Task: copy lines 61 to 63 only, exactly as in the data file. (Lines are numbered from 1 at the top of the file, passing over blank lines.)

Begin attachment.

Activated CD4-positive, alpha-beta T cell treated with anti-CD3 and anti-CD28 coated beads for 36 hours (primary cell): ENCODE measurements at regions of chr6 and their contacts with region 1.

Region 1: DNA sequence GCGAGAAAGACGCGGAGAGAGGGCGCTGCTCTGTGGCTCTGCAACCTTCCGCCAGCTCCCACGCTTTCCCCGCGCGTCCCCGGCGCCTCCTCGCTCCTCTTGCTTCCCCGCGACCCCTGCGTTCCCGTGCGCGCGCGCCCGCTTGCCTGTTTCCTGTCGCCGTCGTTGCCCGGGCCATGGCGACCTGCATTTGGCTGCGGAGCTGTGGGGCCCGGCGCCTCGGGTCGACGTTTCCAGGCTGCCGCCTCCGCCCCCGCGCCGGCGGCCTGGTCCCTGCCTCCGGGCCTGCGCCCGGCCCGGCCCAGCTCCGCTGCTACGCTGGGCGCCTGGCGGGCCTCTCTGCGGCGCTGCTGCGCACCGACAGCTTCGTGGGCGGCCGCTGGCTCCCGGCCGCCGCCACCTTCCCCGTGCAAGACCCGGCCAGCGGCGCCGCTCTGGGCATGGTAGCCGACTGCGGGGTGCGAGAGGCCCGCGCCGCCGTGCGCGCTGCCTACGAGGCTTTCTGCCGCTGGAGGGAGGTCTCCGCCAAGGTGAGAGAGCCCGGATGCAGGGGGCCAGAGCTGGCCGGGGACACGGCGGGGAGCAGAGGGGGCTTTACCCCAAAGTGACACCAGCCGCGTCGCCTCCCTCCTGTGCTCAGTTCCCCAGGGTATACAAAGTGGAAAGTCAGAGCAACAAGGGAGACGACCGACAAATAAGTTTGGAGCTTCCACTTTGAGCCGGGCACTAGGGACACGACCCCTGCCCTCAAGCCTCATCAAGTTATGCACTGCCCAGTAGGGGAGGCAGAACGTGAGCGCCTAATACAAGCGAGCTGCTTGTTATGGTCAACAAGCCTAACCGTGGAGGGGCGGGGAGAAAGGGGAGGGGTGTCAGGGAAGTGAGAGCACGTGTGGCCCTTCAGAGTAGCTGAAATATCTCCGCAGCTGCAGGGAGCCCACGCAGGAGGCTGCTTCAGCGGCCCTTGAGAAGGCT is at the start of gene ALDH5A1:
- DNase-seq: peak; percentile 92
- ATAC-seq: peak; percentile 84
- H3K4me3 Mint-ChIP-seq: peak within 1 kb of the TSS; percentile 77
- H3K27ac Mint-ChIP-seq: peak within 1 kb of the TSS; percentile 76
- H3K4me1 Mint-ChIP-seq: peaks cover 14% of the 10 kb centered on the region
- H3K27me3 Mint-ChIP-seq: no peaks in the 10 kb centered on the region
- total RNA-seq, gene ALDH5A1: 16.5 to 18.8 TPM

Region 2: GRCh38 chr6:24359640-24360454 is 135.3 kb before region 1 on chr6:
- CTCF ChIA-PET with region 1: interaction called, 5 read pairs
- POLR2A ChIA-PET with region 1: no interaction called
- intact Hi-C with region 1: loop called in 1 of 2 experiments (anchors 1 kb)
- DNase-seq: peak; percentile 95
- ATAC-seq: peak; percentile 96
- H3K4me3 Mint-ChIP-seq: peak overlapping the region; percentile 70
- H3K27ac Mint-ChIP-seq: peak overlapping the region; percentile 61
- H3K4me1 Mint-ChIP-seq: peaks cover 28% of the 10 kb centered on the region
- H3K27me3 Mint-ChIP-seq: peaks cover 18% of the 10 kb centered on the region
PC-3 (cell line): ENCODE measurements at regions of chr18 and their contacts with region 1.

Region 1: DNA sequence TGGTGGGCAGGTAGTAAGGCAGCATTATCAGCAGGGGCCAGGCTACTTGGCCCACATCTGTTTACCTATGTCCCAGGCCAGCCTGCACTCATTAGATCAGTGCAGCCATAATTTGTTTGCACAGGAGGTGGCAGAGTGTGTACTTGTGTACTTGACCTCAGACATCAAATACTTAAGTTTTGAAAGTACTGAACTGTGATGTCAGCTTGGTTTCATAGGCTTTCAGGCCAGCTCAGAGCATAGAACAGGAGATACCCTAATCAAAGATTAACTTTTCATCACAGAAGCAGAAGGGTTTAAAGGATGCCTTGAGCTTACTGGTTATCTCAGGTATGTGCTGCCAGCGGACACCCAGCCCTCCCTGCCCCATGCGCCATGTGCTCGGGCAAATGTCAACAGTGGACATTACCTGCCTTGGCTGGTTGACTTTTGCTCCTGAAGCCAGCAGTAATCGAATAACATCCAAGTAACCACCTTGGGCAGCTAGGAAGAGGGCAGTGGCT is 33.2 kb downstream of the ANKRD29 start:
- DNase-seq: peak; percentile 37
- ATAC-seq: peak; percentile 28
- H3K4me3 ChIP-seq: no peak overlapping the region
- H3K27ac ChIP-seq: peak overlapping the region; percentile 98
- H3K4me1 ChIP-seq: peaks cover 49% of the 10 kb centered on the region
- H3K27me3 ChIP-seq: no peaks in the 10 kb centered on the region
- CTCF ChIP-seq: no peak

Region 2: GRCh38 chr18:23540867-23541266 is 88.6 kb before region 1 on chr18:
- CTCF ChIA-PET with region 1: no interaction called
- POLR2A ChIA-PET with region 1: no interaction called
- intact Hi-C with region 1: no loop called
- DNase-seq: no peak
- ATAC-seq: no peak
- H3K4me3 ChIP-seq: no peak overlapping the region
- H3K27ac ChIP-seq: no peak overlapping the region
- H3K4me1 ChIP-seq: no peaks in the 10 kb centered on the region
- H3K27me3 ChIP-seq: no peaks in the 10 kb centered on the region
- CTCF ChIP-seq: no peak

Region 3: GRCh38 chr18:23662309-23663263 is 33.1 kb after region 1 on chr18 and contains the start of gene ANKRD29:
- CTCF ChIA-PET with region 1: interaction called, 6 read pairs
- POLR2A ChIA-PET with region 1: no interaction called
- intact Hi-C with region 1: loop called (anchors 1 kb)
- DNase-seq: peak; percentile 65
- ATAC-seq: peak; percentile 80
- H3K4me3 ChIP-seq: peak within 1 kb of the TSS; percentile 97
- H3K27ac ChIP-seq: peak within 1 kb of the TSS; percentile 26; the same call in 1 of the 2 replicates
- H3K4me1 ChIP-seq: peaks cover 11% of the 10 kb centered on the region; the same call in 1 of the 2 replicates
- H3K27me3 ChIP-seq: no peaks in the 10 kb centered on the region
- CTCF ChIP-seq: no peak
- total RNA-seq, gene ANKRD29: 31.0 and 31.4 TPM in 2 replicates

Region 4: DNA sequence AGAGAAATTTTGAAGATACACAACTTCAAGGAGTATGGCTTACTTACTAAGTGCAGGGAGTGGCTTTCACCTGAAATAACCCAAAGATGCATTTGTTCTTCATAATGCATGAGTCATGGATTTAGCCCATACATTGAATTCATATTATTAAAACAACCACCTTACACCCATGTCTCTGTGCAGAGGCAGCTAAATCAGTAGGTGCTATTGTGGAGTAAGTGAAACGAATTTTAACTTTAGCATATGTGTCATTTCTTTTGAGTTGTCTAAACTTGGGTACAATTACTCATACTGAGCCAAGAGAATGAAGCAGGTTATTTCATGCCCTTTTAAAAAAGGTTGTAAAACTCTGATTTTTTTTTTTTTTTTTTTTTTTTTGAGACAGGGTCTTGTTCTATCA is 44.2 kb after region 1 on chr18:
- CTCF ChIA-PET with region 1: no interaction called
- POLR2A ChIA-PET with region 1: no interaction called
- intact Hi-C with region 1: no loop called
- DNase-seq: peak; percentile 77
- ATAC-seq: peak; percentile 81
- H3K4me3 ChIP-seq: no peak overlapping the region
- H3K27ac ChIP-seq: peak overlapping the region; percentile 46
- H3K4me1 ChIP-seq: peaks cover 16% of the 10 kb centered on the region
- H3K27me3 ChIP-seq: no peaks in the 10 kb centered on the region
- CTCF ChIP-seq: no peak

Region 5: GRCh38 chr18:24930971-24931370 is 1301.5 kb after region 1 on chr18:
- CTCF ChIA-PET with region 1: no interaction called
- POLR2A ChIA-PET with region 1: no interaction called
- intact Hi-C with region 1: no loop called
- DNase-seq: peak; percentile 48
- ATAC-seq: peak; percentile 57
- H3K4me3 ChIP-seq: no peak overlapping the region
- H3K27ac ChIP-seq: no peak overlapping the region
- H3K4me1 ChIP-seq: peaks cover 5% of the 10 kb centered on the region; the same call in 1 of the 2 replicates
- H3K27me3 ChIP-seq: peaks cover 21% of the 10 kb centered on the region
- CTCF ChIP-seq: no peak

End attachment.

- H3K27me3 ChIP-seq: no peaks in the 10 kb centered on the region
- CTCF ChIP-seq: no peak

Region 5: GRCh38 chr18:24930971-24931370 is 1301.5 kb after region 1 on chr18: